City Pop (シティーポップ) is an old genre of pop music in Japan. It began in the mid-1970s, rising to the peak of its popularity in the late-1970s and early-1980s. It also spread to other areas of Asia, particularly establishing a foothold in Hong Kong, where many covers of popular City Pop songs were popularized.
It is also considered a predecessor to modern J-Pop (though it certainly has more of a sophisticated vibe to it compared to modern J-Pop). Various City Pop songs are sampled in many Future Funk songs. Famous City Pop artists include, Mariya Takeuchi, Taeko Onuki, Miki Matsubara, Anri, Naoko Gushima, Tatsuro Yamashita, Junko Yagami, etc.
Much of City Pop was also influenced by 80s Japanese New Wave artists, such as YMO, Akiko Yano, Ippu-Do, and Sandii and the Sunsetz. All of these artists worked with members of Japan, the British New Romantic band, who also experimented with and influenced City Pop. (A few other British artists in this genre include Virginia Astley and The Dolphin Brothers.)
There are many City Pop compilations on YouTube for people to listen to, with channels such as Ganymede Cafe making 40 minute long compilations of City Pop songs. Many of these songs are played in the background of an old anime gif in loop. City Pop is a very aesthetic genre of music due to its casual and upbeat nature.
Despite the best years of City Pop being behind the genre, the spirit of it lives on as sometimes it'll be interspersed with Vaporwave (and a lot of Vaporwave artists will sample City Pop in their songs to invoke the imagery of sophisticated Japan on the rise in the 80's and 90's) and a lot of City Pop aesthetics will find themselves tied to the Lo-Fi aesthetic, thus ensuring City Pop's legacy in internet aesthetic history.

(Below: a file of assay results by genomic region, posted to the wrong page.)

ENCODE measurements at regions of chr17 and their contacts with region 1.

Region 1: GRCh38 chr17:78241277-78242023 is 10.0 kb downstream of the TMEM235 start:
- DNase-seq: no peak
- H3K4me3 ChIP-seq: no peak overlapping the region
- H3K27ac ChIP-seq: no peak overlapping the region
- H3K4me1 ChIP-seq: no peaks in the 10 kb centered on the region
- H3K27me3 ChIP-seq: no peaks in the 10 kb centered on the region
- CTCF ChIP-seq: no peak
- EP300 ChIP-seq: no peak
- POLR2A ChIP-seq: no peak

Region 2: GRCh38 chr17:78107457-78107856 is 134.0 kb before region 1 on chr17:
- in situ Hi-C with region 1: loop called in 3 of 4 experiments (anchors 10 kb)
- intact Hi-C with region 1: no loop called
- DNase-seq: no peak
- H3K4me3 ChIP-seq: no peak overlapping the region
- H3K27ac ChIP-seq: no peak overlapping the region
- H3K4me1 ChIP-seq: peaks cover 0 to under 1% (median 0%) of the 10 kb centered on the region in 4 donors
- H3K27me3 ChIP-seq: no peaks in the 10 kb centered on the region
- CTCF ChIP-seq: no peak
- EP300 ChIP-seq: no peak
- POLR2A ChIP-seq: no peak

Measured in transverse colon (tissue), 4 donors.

A lot of City Pop images depict shots of Japanese city life and nightlife during their opulent high life; sometimes the streets will be full of people without a care in the world and sometimes just empty, peaceful 1970's/1980's Japanese streets (giving a similar vibe to the After Hours aesthetic). Sometimes these photos can be stylistically edited to show more pops of Magenta, Cyan, Red, Yellow, Blue, and Purple.
City Pop fashion tends to be very opulent, high end, and draws a lot on the Yuppie fashion of the time (so a lot of J-Preppy and Resort style turns up in City Pop fashion). Indeed, a lot of City Pop fashion has served as inspiration for a lot of modern Japan-inspired aesthetics such as Vaporwave and Lo-Fi. "Business Casual" is a popular phrase in City Pop fashion. Later City Pop music from the mid-to-late 1980s also draws a lot of inspiration in its female fashion from the then-emerging Bodikon subculture.
Sailor Moon and California Crisis anime are a prime example of City Pop outfits.
Typical City Pop fashion items include:
- Dress shirts
- Polo or rugby shirts*
- Knee-length khaki shorts or long pants
- Shiny dress shoes
- Sweaters, sweater vests, cardigans, or other woven tops*
- Pleated skirts*
- Muumuus or sundresses*
- Black or white jeans
- Hair accessories such as bobby pins, clips, bows, ties*